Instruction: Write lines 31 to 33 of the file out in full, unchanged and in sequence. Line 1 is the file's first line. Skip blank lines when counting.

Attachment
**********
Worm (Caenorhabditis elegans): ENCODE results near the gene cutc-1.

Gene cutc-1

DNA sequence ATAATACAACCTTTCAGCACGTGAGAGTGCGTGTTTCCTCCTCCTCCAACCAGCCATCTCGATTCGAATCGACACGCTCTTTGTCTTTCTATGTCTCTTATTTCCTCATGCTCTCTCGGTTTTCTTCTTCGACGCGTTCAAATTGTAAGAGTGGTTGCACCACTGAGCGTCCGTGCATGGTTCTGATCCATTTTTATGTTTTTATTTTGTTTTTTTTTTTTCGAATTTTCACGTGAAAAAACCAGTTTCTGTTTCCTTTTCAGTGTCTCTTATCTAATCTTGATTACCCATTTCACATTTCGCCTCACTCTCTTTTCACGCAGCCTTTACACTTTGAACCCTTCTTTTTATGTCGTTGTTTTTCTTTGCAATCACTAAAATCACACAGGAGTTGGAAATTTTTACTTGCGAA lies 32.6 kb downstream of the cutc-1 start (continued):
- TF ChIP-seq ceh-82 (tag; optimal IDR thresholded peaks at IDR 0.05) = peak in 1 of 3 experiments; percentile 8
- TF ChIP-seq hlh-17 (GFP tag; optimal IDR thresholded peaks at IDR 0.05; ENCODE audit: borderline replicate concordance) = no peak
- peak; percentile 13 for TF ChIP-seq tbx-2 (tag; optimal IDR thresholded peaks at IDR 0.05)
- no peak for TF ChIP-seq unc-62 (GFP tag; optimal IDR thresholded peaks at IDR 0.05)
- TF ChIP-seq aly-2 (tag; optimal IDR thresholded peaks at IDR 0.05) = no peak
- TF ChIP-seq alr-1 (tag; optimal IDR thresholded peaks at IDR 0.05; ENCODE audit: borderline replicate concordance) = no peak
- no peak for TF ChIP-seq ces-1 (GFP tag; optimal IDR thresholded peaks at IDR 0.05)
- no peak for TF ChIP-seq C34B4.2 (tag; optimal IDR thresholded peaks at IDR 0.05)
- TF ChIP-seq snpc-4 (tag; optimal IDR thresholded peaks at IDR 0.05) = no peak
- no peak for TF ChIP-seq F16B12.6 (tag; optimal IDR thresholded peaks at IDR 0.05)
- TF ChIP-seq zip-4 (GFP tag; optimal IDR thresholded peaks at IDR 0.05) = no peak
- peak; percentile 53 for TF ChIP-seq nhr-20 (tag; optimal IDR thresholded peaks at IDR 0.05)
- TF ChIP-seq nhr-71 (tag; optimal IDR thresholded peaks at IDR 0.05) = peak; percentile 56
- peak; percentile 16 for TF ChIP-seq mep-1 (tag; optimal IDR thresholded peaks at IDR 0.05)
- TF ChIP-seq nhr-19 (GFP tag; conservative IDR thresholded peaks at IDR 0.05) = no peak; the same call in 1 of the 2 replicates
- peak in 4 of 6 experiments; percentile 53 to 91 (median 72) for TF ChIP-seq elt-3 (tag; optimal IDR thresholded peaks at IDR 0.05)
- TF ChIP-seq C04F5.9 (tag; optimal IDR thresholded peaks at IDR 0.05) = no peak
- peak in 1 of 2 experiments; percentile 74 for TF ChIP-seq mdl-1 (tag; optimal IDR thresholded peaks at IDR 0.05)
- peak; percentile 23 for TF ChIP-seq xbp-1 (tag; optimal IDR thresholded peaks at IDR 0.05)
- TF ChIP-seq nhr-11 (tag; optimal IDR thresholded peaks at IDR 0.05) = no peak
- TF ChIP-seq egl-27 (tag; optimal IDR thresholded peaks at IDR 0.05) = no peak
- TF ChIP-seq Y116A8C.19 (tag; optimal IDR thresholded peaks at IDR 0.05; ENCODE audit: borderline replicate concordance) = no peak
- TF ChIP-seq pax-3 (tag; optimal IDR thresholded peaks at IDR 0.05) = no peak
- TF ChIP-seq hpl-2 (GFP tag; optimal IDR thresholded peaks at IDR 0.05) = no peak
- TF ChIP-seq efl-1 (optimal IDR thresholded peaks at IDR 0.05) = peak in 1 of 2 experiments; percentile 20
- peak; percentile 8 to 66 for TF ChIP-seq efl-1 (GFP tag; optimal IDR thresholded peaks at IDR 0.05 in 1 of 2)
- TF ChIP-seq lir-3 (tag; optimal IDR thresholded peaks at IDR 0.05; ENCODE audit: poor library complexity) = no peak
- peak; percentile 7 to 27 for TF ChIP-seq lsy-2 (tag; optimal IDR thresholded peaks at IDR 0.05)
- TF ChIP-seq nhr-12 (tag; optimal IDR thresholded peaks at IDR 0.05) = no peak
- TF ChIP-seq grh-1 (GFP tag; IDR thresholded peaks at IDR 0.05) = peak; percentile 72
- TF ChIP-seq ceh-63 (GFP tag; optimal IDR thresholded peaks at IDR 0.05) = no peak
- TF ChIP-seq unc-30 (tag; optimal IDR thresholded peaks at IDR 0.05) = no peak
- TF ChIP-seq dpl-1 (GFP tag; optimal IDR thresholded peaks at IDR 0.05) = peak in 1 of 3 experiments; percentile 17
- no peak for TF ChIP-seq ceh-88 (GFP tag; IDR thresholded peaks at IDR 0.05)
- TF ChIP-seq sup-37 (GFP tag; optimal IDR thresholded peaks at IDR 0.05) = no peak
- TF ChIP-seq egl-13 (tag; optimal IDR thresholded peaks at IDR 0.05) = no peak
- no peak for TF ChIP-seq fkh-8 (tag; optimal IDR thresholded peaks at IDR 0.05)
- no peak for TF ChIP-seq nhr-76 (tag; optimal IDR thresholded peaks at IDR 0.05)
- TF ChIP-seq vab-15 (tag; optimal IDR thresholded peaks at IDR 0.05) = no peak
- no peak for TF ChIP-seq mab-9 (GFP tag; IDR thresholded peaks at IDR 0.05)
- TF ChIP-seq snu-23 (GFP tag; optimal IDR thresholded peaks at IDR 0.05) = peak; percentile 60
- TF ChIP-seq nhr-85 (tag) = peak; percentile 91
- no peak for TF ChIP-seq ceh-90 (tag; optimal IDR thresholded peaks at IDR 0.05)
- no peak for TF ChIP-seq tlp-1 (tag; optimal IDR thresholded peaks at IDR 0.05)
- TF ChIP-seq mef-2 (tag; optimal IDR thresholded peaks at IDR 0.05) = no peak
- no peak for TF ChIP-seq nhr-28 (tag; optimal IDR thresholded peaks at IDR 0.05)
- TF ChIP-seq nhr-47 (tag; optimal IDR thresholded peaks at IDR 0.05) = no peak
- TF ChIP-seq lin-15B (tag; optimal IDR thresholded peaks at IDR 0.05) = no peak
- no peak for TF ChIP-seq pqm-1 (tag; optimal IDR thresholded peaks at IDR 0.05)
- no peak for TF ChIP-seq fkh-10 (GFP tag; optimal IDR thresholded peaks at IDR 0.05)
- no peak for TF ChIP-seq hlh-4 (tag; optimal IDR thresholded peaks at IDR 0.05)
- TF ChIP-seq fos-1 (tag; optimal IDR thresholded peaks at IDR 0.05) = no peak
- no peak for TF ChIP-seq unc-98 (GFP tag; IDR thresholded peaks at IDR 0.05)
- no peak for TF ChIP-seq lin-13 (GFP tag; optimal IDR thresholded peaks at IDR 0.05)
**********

- peak; percentile 7 to 27 for TF ChIP-seq lsy-2 (tag; optimal IDR thresholded peaks at IDR 0.05)
- TF ChIP-seq nhr-12 (tag; optimal IDR thresholded peaks at IDR 0.05) = no peak
- TF ChIP-seq grh-1 (GFP tag; IDR thresholded peaks at IDR 0.05) = peak; percentile 72